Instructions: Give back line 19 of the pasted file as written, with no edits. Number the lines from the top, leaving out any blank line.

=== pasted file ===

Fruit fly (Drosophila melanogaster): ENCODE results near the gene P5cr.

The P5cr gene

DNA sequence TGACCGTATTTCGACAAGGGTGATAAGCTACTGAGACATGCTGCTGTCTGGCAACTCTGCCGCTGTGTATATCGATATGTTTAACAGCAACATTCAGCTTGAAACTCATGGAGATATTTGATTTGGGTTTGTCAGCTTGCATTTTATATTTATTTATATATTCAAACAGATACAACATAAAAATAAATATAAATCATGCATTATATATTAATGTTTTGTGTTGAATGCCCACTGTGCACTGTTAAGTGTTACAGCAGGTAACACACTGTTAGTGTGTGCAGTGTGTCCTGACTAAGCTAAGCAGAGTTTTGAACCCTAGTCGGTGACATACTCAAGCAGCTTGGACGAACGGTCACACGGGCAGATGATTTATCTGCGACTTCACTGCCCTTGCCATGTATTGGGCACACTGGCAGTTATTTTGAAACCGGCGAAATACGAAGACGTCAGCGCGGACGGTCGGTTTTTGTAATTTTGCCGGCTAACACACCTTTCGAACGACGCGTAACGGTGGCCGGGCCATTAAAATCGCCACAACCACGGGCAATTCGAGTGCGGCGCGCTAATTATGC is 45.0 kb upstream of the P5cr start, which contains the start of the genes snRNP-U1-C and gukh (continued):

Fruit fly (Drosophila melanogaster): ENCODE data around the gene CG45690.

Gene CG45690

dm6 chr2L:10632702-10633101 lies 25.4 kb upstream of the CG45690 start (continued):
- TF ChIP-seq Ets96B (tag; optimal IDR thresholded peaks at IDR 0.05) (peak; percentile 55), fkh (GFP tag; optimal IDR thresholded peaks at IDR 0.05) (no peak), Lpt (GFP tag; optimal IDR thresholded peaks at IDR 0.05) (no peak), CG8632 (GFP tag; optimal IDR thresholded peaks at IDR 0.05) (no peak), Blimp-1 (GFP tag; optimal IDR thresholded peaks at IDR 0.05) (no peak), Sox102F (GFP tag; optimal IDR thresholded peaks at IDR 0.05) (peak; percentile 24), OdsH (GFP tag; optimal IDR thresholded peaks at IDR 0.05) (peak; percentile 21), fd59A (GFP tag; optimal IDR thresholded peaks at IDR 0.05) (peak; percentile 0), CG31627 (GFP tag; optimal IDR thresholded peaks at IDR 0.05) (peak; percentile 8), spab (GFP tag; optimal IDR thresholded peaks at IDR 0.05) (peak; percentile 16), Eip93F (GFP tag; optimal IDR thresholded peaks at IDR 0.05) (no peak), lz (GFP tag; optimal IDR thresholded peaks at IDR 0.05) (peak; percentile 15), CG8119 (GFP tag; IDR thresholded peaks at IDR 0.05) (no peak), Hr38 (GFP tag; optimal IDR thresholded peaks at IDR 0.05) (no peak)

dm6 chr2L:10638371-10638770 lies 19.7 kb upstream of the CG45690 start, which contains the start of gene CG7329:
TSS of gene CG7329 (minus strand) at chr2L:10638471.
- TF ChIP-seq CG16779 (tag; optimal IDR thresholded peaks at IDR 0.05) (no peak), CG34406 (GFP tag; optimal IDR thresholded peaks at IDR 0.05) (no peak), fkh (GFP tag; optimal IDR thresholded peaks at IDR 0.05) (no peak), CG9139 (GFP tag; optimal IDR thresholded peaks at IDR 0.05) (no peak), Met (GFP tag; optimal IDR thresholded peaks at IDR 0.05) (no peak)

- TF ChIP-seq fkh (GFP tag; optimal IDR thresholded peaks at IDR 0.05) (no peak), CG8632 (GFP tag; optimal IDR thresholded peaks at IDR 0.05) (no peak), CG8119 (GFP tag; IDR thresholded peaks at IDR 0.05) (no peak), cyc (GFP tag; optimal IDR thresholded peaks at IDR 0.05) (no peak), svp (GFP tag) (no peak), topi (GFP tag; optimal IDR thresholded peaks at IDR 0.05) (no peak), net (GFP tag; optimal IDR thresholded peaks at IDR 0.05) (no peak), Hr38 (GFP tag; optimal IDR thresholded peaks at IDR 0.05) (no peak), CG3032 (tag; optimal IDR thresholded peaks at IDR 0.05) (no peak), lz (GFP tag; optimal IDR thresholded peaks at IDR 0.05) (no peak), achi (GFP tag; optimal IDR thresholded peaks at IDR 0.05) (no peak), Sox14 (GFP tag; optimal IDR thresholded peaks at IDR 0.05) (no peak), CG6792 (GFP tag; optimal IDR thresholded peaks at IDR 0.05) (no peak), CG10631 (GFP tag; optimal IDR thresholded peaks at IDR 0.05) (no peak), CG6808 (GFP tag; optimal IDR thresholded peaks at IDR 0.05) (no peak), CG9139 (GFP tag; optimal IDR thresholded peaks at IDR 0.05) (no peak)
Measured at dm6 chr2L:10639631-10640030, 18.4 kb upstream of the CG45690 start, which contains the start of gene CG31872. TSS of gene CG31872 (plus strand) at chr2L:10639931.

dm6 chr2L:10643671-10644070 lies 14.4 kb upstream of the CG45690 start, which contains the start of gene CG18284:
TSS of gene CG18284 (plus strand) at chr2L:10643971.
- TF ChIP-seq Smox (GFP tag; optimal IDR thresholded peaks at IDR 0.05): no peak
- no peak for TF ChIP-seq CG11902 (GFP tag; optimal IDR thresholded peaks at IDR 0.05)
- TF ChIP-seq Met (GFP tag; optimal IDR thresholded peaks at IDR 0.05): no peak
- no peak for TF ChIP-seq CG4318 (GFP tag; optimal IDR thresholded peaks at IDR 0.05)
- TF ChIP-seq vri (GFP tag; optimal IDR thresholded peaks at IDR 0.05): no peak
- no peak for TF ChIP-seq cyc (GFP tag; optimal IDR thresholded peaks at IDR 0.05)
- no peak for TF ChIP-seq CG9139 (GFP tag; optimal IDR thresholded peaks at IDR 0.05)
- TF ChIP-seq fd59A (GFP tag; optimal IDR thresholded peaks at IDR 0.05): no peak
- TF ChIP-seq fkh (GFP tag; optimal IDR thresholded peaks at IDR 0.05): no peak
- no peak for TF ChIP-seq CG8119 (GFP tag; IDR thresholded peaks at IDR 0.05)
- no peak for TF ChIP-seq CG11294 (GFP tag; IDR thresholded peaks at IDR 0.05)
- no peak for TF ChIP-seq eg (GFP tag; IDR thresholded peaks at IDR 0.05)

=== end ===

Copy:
- TF ChIP-seq vri (GFP tag; optimal IDR thresholded peaks at IDR 0.05): no peak